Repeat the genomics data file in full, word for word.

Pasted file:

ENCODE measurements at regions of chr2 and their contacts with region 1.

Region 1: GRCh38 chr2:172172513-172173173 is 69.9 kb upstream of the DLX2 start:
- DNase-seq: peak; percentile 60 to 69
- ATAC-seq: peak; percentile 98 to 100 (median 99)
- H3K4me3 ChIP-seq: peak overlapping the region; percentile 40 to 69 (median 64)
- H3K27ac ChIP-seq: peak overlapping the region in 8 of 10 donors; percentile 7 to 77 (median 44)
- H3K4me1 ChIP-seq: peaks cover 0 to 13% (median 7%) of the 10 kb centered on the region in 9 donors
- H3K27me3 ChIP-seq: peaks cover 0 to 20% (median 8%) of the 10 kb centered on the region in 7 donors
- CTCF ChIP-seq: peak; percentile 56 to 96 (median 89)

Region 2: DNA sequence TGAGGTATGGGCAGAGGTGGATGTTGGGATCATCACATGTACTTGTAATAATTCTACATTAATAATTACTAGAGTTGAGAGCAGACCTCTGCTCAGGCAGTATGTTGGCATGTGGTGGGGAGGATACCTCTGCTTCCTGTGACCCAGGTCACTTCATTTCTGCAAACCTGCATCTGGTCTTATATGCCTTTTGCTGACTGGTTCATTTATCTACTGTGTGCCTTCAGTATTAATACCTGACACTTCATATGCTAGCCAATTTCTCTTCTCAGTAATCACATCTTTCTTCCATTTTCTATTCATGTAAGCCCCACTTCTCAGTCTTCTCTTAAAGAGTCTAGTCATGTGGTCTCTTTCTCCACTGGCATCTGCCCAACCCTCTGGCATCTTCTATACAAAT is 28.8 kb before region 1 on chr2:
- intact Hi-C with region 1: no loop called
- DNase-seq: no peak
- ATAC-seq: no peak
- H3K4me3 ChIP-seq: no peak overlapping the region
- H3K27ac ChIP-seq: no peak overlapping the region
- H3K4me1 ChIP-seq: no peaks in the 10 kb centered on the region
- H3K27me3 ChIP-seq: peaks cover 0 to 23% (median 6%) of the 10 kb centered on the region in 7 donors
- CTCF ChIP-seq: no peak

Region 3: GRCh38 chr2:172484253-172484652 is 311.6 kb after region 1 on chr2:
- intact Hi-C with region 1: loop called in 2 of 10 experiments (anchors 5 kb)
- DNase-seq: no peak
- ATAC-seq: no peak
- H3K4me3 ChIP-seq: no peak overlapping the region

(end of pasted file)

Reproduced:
ENCODE measurements at regions of chr2 and their contacts with region 1.

Region 1: GRCh38 chr2:172172513-172173173 is 69.9 kb upstream of the DLX2 start:
- DNase-seq: peak; percentile 60 to 69
- ATAC-seq: peak; percentile 98 to 100 (median 99)
- H3K4me3 ChIP-seq: peak overlapping the region; percentile 40 to 69 (median 64)
- H3K27ac ChIP-seq: peak overlapping the region in 8 of 10 donors; percentile 7 to 77 (median 44)
- H3K4me1 ChIP-seq: peaks cover 0 to 13% (median 7%) of the 10 kb centered on the region in 9 donors
- H3K27me3 ChIP-seq: peaks cover 0 to 20% (median 8%) of the 10 kb centered on the region in 7 donors
- CTCF ChIP-seq: peak; percentile 56 to 96 (median 89)

Region 2: DNA sequence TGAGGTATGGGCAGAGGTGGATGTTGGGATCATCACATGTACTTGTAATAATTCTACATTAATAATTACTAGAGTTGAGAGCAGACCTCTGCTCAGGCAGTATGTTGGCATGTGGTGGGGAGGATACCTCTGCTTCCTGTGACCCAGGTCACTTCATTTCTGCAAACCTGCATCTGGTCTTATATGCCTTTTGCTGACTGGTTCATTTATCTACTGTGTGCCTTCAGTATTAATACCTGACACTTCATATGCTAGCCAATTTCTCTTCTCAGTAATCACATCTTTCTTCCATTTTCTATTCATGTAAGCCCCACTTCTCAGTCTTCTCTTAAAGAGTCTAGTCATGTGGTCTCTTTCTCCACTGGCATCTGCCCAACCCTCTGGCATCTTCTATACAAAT is 28.8 kb before region 1 on chr2:
- intact Hi-C with region 1: no loop called
- DNase-seq: no peak
- ATAC-seq: no peak
- H3K4me3 ChIP-seq: no peak overlapping the region
- H3K27ac ChIP-seq: no peak overlapping the region
- H3K4me1 ChIP-seq: no peaks in the 10 kb centered on the region
- H3K27me3 ChIP-seq: peaks cover 0 to 23% (median 6%) of the 10 kb centered on the region in 7 donors
- CTCF ChIP-seq: no peak

Region 3: GRCh38 chr2:172484253-172484652 is 311.6 kb after region 1 on chr2:
- intact Hi-C with region 1: loop called in 2 of 10 experiments (anchors 5 kb)
- DNase-seq: no peak
- ATAC-seq: no peak
- H3K4me3 ChIP-seq: no peak overlapping the region